Eight ASU Engineering faculty continue record of excellence earning NSF CAREER Awards
Eight faculty members in the Ira A. Fulton Schools of Engineering have received National Science Foundation Faculty Early Career Development Program (CAREER) Awards in 2021. The awards total an estimated $4.3 million to fund projects over the next five years. Earning the NSF CAREER award is a hallmark achievement for these early-career faculty members who have each developed a comprehensive plan to conduct impactful research and deliver a rich educational experience to their students.
To date, 31 Fulton Schools faculty members have earned NSF CAREER Awards in the past three years.
Assistant Professor Ahmed Alkhateeb is implementing new machine learning approaches to help complex, large-scale wireless communication antenna systems more quickly and reliably predict channels and communication beams. This will help 5G and next-generation communication systems deliver more data to more devices, even when they’re on the move.
Assistant Professor Gautam Dasarathy is rethinking traditional machine learning and information processing by developing interactive machine learning algorithms. Pairing the data collection and analysis will increase effectiveness and efficiency for a wide range of real-world applications such as pandemic response, cybersecurity, neuroimaging and communications.
Assistant Professor Nicolò Michelusi is focusing on the design and analysis of distributed wirelessly connected systems using methods from stochastic (randomly determined) optimization and machine learning. This work will assist will help provide affordable, energy-efficient broadband access to underserved communities.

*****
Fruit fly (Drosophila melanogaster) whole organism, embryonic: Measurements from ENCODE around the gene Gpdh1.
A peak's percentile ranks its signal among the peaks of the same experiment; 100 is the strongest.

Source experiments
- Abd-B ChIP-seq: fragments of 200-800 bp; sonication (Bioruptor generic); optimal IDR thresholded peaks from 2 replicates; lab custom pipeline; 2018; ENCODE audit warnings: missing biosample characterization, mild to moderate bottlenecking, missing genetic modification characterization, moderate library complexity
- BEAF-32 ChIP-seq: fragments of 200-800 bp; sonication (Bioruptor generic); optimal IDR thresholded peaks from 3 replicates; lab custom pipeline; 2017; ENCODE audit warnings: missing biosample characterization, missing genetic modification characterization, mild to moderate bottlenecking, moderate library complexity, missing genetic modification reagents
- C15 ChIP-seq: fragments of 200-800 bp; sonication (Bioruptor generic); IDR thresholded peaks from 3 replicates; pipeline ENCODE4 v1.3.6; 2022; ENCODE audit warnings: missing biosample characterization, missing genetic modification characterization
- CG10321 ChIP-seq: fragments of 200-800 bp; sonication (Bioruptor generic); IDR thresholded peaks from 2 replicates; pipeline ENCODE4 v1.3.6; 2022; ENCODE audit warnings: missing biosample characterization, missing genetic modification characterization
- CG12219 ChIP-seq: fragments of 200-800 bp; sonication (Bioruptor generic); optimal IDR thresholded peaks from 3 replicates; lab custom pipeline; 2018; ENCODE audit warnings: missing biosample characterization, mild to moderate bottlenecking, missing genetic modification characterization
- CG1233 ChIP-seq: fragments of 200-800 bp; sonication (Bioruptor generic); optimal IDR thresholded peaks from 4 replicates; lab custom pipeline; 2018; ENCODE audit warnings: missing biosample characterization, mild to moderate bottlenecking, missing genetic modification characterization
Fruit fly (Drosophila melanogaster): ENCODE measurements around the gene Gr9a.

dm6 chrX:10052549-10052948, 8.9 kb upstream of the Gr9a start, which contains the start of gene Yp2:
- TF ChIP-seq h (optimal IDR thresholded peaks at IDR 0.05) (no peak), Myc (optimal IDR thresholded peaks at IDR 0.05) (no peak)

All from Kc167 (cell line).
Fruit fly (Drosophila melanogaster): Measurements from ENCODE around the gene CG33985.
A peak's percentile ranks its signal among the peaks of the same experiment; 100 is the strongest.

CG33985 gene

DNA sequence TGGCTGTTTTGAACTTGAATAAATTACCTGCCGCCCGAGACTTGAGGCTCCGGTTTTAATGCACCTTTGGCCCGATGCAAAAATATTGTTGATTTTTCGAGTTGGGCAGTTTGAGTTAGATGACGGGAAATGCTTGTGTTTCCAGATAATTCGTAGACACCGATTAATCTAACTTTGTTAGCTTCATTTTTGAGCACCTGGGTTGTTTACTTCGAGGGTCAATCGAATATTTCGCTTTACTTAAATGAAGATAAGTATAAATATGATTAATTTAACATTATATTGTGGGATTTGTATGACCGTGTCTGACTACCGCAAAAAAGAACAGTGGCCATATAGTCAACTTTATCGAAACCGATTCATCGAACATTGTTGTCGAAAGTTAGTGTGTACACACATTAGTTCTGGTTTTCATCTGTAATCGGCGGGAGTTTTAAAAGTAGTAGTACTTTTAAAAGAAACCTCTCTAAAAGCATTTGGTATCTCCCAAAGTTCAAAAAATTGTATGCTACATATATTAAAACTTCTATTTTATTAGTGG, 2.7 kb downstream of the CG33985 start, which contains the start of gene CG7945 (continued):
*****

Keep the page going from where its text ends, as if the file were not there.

Assistant Professor Giulia Pedrielli is working to improve optimization methods of single-use scalable individualized manufacturing systems for the biopharmaceutical industry of the future. Her research investigates new methods that make highly personalized products feasible and economically viable.
Assistant Professor Jorge Sefair is applying new mathematical models and specialized algorithms to improve decisions related to conservation area design and land use. This work intends to maximize the ecological impact of preservation efforts while minimizing their economic costs.
Assistant Professor Yang Weng is developing machine learning tools that can create more robust models to describe power flow in areas of the electrical grid without sensors. This will help the power distribution grid to become more resilient and capable of supporting advancing technologies like electric vehicles.
Assistant Professor Yu Yao is combining polarimetric imaging and spectroscopy to create a biomedical imaging system that will be smaller, faster and have better resolution than currently available systems. The new information available from the improved system will be useful for medical procedures like cancer diagnosis as well as for space and industrial applications.
Yu “Tony” Zhang
Assistant Professor Yu “Tony” Zhang is developing tools and methods to promote progress in successful human-robot teaming. His project will focus on making advances in reflective robotics to enable more effective modes of comprehension, learning and collaboration between humans and robotic technologies to ensure closer human-robot partnerships.